United NationsDepartment of Economic and Social Affairs Sustainable Development

Palestine

The Palestinian People share the same challenges confronting neighboring countries in our region when it comes to drought and desertification. But as a people living under foreign occupation they face additional and very burdensome obstacles in utilizing their water resources and addressing the problems of drought and desertification. In fact, the scarcity of water and desertification burdening the Palestinian society are not solely the result of natural causes. Rather, they are the also a direct result of a systematic destruction of agricultural lands and resources by the Occupying power.
Drought and desertification in Palestine is due to scarcity of water, limited land and rapid population growth, but this harsh reality is further exacerbated by illegal actions undertaken by the Israeli occupation, including land confiscation, which has slashed Palestinian green lands, forests, and biodiversity from 4.3% in 1998 to below 1.5% in 2004. This dramatic loss of green lands and biodiversity is also due to the Israeli occupation's continued and methodical building of illegal settlements and the wall. Additionally, these punitive policies have entailed the uprooting of millions of trees, including 1.5 million olive trees. In other cases, like Gaza, Israeli occupation's military attacks, razing of land, and siege on basic commodities like fuel have turned 75% of Palestinian fields in northern Gaza into parched and arid deserts.
It must be absolutely clear that the illegal exploitation and degradation of the natural resources of the occupied Palestinian Territory by Israel, the Occupying Power, have also contributed to drought and desertification in Palestine. Here, allow me to remind that the illegal separation Wall in the West Bank will de facto annex approximately 46% of the West Bank's most valuable water resources, including the rich Western Aquifer and at least over 10% of its most fertile land. In fact the occupation power already uses 73 per cent of the water available from Palestinian West bank aquifers, while Palestinians are only allowed to use 17 per cent. In the Jordan Valley alone, 41 illegal Israeli settlements consume the equivalent of 75% of the water that the entire Palestinian population of the West Bank uses for domestic and urban uses. This has directly affected agriculture and the ability of various Palestinian sectors to viably undertake projects that require unfettered access to water.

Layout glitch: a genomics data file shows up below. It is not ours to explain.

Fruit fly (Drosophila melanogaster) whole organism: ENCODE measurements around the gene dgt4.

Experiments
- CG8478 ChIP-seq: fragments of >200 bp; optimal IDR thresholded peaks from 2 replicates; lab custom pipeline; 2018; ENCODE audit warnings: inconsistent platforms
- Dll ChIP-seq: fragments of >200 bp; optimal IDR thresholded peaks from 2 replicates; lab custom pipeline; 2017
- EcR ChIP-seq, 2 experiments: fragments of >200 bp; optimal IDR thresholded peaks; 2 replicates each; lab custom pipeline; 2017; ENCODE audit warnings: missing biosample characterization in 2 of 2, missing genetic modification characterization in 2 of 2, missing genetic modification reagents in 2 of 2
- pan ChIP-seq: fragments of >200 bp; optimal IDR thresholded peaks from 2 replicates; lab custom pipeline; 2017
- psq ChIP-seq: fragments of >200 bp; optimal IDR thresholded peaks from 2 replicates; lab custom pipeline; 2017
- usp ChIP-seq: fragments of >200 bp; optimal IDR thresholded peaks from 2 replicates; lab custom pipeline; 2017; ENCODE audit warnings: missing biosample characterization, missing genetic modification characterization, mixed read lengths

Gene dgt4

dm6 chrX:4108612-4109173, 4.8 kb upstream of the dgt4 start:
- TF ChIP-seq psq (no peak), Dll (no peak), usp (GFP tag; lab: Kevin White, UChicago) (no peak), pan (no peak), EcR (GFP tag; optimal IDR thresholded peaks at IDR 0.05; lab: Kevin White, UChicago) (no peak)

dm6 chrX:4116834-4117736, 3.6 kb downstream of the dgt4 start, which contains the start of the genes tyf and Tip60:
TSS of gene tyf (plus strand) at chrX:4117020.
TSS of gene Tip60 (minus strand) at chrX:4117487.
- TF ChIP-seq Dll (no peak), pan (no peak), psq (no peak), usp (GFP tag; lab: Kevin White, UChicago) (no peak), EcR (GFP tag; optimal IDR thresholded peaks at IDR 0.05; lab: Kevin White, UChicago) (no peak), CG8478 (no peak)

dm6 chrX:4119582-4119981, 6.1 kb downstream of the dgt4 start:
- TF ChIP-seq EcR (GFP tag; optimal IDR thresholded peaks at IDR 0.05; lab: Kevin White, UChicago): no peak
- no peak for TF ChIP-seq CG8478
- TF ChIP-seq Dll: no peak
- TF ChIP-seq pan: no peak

Madam Chair,
The restrictive and punitive reality of the occupation also translates into a ban on Palestinians' ability to implement projects in the area of water and environment such as sewage treatment, especially in the Gaza Strip. Clearly this affects the Palestinian Authority's ability to cope with on-going challenges related to water availability, including the ability to use treated water for agricultural purposes.
This year's below average rainfall is not the main reason behind threats facing agriculture, livestock farming, and availability water. The latest OCHA and FAO reports confirm that "livestock farming in the West Bank was already under serious stress before the drought began due to restricted access to range land, occupation settler activity, increased price of water and fodder and a drop in market demands." As such, the viability of this important livelihood is under severe threat also because these farmers are denied access to over 30% of land area of the West Bank, in addition to Israeli occupation infrastructure, which occupies 41% of the West Bank.
Finally Madam Chair,
The world needs to uphold its commitment to save no effort in ensuring that children and all civilian populations that suffer disproportionately the consequences of armed conflicts and other humanitarian emergencies including foreign occupation are given every assistance so that their lives can return to normal and they can be empowered to look forward and work towards a better future. Palestine should not be the exception. Hence, we expect the full due support of the CSD and look forward to give special attention to these unique circumstances and challenges in the chairman's summary.